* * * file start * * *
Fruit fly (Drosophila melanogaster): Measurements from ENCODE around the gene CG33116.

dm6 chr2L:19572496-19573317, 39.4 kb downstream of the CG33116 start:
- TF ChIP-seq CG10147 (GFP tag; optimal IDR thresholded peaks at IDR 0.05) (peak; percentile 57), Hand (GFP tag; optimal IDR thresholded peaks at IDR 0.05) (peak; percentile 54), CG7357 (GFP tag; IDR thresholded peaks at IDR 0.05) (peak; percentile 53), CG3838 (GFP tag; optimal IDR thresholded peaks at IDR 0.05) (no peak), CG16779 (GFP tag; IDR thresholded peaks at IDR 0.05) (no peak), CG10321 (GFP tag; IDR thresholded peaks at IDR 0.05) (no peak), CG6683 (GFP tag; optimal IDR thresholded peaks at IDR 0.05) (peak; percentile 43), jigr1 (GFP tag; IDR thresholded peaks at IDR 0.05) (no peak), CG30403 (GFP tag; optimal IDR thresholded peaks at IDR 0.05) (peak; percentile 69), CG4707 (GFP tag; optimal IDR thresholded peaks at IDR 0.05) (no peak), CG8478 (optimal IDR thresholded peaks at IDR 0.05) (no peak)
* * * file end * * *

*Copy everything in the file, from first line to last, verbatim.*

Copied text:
Fruit fly (Drosophila melanogaster): Measurements from ENCODE around the gene CG33116.

dm6 chr2L:19572496-19573317, 39.4 kb downstream of the CG33116 start:
- TF ChIP-seq CG10147 (GFP tag; optimal IDR thresholded peaks at IDR 0.05) (peak; percentile 57), Hand (GFP tag; optimal IDR thresholded peaks at IDR 0.05) (peak; percentile 54), CG7357 (GFP tag; IDR thresholded peaks at IDR 0.05) (peak; percentile 53), CG3838 (GFP tag; optimal IDR thresholded peaks at IDR 0.05) (no peak), CG16779 (GFP tag; IDR thresholded peaks at IDR 0.05) (no peak), CG10321 (GFP tag; IDR thresholded peaks at IDR 0.05) (no peak), CG6683 (GFP tag; optimal IDR thresholded peaks at IDR 0.05) (peak; percentile 43), jigr1 (GFP tag; IDR thresholded peaks at IDR 0.05) (no peak), CG30403 (GFP tag; optimal IDR thresholded peaks at IDR 0.05) (peak; percentile 69), CG4707 (GFP tag; optimal IDR thresholded peaks at IDR 0.05) (no peak), CG8478 (optimal IDR thresholded peaks at IDR 0.05) (no peak)